Some Notes on the Colors of These Changing Times: Editorial with Poem


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poem poster art copyright by Aberjhani)

Given the horrendous white-versus-black-motivated massacre in Charleston, S.C., on June 17, the jubilant rainbow celebrations that broke out following the U.S. Supreme Court’s historic ruling legalizing same-sex marriage nation-wide on June 26, and increasing calls to cease flying the Confederate flag on government properties, colors have commanded a lot of attention during these changing times.

The hues celebrated the most of course on July 4 in the United States are red, white, and blue. Many like to believe they stand for freedom, justice, and the American way. Officially, however, according to the House of Representatives’ publication Our Flag, red stands for hardiness and valor, white represents purity and innocence, and blue symbolizes vigilance.

But long before the founding of America’s democratic republic, visual and literary artists have used colors to create realistic images of external environments as well as representations symbolizing psychic responses to those environments…

Please check out the complete post with video at this link:
Some notes on the colors of these changing times: Editorial with poem – National African-American Art | Examiner.com
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Shifting Points of View and the Massacre in Charleston | Aberjhani | LinkedIn

#PrayersForCharleston #StandingWithCharleston #Aberjhani

News about homegrown and foreign terrorism receives a lot of broadcast media airtime and focused attention online. It has become a pervasive theme in the developing story of our 21st century lives. Still, it is not something with which most us can ever afford to become so comfortable that we take it for granted in the same way that we take doing the laundry or drinking a cup of coffee for granted. Nor should we.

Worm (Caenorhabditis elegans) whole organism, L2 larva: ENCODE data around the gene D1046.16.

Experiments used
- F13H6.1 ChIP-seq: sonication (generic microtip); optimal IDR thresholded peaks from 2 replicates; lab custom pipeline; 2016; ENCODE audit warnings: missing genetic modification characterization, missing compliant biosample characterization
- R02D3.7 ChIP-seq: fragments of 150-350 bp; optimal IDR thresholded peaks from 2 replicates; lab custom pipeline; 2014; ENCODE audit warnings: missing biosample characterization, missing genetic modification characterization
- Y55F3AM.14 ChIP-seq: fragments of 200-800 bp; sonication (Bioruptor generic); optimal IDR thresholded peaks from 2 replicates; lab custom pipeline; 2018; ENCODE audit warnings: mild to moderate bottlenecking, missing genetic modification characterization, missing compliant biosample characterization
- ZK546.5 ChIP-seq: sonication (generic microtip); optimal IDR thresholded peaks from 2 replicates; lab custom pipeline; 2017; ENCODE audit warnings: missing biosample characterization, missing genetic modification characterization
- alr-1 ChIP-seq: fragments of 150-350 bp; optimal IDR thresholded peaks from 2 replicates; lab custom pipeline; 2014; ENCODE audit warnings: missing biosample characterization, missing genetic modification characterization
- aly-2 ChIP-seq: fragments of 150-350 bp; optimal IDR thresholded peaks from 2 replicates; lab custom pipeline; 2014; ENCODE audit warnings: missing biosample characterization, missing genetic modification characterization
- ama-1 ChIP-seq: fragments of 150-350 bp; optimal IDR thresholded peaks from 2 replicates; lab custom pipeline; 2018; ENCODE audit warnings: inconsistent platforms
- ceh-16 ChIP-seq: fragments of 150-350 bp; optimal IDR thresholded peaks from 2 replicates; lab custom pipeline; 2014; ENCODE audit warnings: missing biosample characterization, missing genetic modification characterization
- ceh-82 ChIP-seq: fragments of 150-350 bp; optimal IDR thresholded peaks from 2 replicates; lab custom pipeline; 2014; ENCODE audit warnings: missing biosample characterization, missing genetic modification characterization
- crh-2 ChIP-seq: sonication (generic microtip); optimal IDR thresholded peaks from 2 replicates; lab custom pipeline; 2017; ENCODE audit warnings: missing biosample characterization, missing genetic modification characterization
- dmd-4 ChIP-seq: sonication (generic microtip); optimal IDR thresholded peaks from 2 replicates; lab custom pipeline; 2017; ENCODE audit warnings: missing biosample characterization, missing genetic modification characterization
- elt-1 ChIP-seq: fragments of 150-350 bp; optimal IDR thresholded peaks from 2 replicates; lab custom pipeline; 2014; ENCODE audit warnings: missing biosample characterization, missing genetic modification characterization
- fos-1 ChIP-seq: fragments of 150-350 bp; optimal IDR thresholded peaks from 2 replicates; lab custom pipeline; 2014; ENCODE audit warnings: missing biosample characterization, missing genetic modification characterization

I almost refused to allow myself to believe the reports about the shooting Wednesday at the Emanuel African Methodist Episcopal Church in Charleston, SC. Six women and three men shot dead by one Dylann Storm Roof. I almost succeeded in believing the massacre had not occurred so close to where I grew up in Savannah, Georgia. Then I reminded myself that denial of evident truth is also something we cannot afford to indulge in today’s socially and politically tumultuous climate.

Heeding that reality, I found myself meditating on words from my essay Creative Flexibility and Annihilated Lives (published last year in the fourth edition of Charter for Compassion’s Words and Violence online curriculum resource):

Shifting Points of View and the Massacre in Charleston | Aberjhani Author-Poet-Literary-Consultant | LinkedIn.